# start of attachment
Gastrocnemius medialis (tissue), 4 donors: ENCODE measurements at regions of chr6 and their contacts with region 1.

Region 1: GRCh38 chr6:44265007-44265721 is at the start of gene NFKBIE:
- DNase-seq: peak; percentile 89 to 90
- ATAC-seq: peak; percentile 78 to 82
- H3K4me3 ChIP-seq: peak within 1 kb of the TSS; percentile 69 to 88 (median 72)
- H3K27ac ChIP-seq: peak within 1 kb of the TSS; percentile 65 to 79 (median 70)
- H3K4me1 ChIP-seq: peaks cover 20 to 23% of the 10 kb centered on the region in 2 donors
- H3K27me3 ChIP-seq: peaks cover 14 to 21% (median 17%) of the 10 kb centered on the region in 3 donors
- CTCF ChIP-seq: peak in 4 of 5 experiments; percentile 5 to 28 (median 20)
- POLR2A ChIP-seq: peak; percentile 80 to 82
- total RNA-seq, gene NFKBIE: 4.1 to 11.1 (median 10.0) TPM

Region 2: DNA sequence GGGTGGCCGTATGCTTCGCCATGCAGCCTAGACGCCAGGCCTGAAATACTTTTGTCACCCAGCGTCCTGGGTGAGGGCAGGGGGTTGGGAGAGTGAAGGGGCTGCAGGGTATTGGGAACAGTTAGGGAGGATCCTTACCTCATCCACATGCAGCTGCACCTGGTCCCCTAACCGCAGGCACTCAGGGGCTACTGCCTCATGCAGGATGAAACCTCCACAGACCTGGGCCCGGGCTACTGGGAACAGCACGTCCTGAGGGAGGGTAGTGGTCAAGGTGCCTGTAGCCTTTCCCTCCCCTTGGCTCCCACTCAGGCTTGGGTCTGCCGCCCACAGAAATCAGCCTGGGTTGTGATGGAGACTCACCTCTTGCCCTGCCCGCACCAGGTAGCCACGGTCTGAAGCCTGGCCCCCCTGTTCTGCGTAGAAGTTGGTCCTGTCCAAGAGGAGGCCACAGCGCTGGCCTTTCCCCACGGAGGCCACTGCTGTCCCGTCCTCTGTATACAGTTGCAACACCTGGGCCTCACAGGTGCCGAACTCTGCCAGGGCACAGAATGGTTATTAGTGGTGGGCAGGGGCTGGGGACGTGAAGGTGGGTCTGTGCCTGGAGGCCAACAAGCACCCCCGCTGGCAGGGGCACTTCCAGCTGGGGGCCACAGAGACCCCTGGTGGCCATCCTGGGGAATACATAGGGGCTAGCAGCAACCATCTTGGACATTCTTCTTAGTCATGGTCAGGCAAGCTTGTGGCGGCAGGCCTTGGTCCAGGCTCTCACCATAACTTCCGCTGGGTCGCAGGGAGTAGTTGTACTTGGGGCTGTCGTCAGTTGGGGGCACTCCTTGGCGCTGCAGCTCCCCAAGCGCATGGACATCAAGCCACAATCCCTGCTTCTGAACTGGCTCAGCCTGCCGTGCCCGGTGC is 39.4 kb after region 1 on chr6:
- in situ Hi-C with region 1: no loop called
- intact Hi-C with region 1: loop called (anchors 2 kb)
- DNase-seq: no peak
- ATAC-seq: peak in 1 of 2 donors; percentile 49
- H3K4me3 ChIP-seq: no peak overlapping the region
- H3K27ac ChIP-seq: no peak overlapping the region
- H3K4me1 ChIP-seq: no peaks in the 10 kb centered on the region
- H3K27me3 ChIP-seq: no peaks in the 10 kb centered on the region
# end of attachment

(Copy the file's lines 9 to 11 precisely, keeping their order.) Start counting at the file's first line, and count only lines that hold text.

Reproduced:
- CTCF ChIP-seq: peak in 4 of 5 experiments; percentile 5 to 28 (median 20)
- POLR2A ChIP-seq: peak; percentile 80 to 82
- total RNA-seq, gene NFKBIE: 4.1 to 11.1 (median 10.0) TPM